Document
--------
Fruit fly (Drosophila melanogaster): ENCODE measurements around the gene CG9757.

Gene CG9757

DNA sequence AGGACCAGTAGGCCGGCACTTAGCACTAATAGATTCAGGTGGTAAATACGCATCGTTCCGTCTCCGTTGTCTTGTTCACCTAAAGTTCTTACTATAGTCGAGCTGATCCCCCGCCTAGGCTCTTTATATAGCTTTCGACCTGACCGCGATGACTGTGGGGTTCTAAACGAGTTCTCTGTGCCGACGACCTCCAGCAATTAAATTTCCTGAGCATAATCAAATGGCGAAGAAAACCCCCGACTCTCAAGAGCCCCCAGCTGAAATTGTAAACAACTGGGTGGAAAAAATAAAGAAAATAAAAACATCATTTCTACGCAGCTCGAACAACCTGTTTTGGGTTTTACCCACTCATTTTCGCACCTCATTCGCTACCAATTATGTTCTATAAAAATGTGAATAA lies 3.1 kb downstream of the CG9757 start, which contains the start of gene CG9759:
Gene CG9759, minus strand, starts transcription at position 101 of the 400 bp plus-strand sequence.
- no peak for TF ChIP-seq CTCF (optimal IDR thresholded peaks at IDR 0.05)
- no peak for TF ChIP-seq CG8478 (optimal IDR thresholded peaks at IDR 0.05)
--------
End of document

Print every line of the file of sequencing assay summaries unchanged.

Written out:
Fruit fly (Drosophila melanogaster): ENCODE measurements around the gene CG9757.

Gene CG9757

DNA sequence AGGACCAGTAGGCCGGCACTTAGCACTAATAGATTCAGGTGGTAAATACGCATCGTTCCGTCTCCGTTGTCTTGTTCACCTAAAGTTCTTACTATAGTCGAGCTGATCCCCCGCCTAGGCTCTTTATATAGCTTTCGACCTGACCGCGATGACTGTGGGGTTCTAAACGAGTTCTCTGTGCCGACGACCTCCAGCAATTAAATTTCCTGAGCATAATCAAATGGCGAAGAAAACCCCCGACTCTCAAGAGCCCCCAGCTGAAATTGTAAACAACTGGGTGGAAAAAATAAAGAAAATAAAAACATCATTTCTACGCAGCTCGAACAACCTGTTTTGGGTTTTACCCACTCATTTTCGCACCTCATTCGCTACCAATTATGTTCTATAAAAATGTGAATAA lies 3.1 kb downstream of the CG9757 start, which contains the start of gene CG9759:
Gene CG9759, minus strand, starts transcription at position 101 of the 400 bp plus-strand sequence.
- no peak for TF ChIP-seq CTCF (optimal IDR thresholded peaks at IDR 0.05)
- no peak for TF ChIP-seq CG8478 (optimal IDR thresholded peaks at IDR 0.05)